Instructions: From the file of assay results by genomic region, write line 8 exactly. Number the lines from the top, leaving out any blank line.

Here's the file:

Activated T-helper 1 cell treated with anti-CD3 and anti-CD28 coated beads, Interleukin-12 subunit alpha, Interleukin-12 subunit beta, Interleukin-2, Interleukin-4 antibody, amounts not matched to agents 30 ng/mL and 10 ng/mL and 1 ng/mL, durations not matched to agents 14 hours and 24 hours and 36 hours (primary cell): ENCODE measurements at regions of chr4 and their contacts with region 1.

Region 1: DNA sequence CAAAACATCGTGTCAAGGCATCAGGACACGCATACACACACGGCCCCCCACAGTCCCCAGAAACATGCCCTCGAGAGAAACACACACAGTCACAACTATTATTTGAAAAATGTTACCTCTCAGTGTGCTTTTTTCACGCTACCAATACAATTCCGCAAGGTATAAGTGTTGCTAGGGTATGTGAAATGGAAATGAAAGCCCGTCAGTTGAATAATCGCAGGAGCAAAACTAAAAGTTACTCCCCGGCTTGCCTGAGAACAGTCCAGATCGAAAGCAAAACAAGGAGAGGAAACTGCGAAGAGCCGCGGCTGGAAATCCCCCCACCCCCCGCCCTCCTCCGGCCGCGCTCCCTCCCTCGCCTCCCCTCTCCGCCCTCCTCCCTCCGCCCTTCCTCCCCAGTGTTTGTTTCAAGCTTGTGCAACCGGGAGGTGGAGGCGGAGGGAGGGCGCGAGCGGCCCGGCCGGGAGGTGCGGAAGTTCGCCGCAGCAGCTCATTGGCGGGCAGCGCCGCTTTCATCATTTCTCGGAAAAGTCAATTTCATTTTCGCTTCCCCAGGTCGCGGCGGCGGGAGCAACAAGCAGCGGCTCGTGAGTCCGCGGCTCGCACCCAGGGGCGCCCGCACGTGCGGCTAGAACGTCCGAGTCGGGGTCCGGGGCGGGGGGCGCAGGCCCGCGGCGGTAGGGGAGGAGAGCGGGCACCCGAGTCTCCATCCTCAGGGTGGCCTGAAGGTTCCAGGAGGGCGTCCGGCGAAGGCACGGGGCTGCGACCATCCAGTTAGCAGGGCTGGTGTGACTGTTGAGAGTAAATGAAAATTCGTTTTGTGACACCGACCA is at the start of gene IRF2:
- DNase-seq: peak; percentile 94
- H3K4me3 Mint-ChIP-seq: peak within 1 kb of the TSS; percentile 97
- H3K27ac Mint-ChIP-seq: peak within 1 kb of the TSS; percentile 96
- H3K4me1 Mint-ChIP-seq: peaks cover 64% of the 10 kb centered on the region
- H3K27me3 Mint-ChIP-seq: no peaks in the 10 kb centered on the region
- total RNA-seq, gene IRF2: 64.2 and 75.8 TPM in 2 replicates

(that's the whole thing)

- total RNA-seq, gene IRF2: 64.2 and 75.8 TPM in 2 replicates